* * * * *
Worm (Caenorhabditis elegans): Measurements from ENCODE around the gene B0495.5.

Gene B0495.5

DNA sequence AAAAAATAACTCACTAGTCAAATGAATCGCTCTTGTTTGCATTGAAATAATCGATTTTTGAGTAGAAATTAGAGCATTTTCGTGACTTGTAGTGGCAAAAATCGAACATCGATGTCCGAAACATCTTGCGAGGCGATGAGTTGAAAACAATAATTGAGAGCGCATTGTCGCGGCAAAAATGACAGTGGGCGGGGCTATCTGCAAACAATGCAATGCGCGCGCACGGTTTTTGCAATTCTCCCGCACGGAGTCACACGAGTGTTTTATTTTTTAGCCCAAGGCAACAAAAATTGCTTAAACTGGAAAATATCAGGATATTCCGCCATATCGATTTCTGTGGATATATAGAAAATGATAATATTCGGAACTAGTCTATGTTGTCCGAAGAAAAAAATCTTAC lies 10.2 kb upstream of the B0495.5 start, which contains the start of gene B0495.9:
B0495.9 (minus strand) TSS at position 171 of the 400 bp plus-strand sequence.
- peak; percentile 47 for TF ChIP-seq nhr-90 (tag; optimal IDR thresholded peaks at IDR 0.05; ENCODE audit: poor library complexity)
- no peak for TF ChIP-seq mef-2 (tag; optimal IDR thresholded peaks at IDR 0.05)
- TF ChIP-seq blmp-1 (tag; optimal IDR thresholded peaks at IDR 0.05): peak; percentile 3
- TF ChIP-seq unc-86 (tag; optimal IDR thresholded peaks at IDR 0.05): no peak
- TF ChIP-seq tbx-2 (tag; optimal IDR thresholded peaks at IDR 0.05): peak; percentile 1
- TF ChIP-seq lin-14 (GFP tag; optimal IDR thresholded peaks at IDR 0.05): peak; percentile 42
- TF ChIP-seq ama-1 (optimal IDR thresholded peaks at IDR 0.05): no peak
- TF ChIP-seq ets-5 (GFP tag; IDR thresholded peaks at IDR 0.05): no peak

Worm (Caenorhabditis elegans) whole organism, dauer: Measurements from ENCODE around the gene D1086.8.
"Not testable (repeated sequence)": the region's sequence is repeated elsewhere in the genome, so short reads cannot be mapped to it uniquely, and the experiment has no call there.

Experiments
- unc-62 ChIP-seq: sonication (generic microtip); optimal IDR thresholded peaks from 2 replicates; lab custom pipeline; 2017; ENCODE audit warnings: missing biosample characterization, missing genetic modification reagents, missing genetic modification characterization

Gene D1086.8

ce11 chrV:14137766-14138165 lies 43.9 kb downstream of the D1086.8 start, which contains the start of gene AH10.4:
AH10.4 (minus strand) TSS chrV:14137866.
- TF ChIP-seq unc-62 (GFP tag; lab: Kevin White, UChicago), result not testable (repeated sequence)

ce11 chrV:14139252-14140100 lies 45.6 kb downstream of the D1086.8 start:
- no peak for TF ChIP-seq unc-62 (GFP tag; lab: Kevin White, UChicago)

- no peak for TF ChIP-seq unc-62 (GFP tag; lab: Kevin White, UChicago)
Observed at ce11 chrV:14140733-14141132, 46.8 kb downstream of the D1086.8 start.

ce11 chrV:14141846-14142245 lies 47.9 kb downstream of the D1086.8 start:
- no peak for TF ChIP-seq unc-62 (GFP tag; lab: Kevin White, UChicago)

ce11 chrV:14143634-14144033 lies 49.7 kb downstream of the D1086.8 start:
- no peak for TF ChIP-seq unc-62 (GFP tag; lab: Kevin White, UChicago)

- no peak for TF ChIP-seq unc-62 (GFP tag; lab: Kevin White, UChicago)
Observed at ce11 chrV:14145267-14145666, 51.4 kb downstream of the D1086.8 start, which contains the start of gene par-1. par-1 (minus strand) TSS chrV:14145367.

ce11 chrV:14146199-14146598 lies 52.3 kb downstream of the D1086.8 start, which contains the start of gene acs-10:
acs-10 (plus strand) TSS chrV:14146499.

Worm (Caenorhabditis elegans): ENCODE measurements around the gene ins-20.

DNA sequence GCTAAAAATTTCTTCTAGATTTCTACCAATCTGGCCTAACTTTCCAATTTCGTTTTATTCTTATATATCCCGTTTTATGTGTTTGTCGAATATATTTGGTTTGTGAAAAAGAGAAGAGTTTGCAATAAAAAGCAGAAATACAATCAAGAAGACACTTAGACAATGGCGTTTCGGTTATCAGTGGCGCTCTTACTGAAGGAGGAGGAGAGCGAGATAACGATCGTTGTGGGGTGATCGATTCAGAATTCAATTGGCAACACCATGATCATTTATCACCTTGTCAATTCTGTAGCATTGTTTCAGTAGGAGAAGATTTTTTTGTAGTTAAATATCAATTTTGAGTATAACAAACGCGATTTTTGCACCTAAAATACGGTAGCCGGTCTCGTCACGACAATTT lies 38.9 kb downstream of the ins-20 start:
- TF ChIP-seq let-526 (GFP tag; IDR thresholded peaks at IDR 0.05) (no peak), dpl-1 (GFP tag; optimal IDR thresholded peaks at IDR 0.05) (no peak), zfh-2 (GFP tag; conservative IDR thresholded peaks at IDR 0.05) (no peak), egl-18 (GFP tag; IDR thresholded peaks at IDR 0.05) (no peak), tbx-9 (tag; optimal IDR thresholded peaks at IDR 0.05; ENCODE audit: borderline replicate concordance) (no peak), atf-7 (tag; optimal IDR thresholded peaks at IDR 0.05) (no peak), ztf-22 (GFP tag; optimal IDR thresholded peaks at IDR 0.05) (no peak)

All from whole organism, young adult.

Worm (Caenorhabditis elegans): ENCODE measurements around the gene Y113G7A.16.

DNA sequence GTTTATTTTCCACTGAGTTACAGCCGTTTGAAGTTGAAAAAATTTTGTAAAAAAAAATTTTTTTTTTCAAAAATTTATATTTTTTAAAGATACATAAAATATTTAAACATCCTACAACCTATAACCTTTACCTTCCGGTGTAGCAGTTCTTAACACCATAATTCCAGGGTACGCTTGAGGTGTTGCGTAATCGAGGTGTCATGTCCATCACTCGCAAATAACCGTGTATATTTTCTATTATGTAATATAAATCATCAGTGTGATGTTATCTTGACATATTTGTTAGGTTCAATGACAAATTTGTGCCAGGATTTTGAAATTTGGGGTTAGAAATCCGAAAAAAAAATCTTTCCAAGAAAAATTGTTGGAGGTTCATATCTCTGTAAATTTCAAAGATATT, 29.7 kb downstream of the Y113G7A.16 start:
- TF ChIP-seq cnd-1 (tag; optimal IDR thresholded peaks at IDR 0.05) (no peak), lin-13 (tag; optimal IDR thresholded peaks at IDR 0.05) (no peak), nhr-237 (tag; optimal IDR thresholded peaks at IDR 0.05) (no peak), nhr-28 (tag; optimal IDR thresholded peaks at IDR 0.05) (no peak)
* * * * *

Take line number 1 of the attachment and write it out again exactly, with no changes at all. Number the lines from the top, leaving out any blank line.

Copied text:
Worm (Caenorhabditis elegans): Measurements from ENCODE around the gene B0495.5.